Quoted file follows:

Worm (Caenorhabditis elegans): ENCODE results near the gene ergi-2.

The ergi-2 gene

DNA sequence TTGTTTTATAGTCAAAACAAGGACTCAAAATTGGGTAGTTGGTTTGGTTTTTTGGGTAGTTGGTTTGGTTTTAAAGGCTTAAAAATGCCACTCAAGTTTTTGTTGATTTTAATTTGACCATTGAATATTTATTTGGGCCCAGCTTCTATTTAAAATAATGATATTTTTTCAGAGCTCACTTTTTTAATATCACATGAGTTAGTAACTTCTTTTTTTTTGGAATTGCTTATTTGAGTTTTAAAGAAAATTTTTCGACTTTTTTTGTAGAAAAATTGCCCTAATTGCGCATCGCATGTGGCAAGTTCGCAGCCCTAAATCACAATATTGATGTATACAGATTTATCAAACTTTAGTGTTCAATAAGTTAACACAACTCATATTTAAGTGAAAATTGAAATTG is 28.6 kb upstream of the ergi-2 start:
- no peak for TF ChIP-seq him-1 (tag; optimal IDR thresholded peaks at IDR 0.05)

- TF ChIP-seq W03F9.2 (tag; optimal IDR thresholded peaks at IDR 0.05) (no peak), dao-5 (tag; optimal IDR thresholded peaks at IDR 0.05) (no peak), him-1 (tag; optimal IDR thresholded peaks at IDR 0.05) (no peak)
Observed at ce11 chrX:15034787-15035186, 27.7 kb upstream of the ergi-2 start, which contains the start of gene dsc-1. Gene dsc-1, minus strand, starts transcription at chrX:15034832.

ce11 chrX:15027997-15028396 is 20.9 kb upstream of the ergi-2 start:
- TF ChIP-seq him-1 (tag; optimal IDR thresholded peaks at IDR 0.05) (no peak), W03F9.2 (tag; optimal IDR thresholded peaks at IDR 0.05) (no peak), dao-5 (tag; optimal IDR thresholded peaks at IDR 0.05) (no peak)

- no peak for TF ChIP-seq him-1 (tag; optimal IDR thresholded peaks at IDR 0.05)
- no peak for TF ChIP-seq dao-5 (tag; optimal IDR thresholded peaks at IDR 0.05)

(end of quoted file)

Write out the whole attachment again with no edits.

Worm (Caenorhabditis elegans): ENCODE results near the gene ergi-2.

The ergi-2 gene

DNA sequence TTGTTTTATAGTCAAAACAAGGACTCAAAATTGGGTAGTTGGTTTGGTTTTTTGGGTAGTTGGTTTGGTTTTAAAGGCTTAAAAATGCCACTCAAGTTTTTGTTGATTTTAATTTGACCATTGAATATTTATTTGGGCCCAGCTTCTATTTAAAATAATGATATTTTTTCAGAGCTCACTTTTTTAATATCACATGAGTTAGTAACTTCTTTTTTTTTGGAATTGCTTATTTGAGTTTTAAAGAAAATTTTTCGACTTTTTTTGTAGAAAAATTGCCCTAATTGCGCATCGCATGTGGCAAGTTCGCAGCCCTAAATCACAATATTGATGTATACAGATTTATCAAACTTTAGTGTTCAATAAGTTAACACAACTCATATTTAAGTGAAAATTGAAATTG is 28.6 kb upstream of the ergi-2 start:
- no peak for TF ChIP-seq him-1 (tag; optimal IDR thresholded peaks at IDR 0.05)

- TF ChIP-seq W03F9.2 (tag; optimal IDR thresholded peaks at IDR 0.05) (no peak), dao-5 (tag; optimal IDR thresholded peaks at IDR 0.05) (no peak), him-1 (tag; optimal IDR thresholded peaks at IDR 0.05) (no peak)
Observed at ce11 chrX:15034787-15035186, 27.7 kb upstream of the ergi-2 start, which contains the start of gene dsc-1. Gene dsc-1, minus strand, starts transcription at chrX:15034832.

ce11 chrX:15027997-15028396 is 20.9 kb upstream of the ergi-2 start:
- TF ChIP-seq him-1 (tag; optimal IDR thresholded peaks at IDR 0.05) (no peak), W03F9.2 (tag; optimal IDR thresholded peaks at IDR 0.05) (no peak), dao-5 (tag; optimal IDR thresholded peaks at IDR 0.05) (no peak)

- no peak for TF ChIP-seq him-1 (tag; optimal IDR thresholded peaks at IDR 0.05)
- no peak for TF ChIP-seq dao-5 (tag; optimal IDR thresholded peaks at IDR 0.05)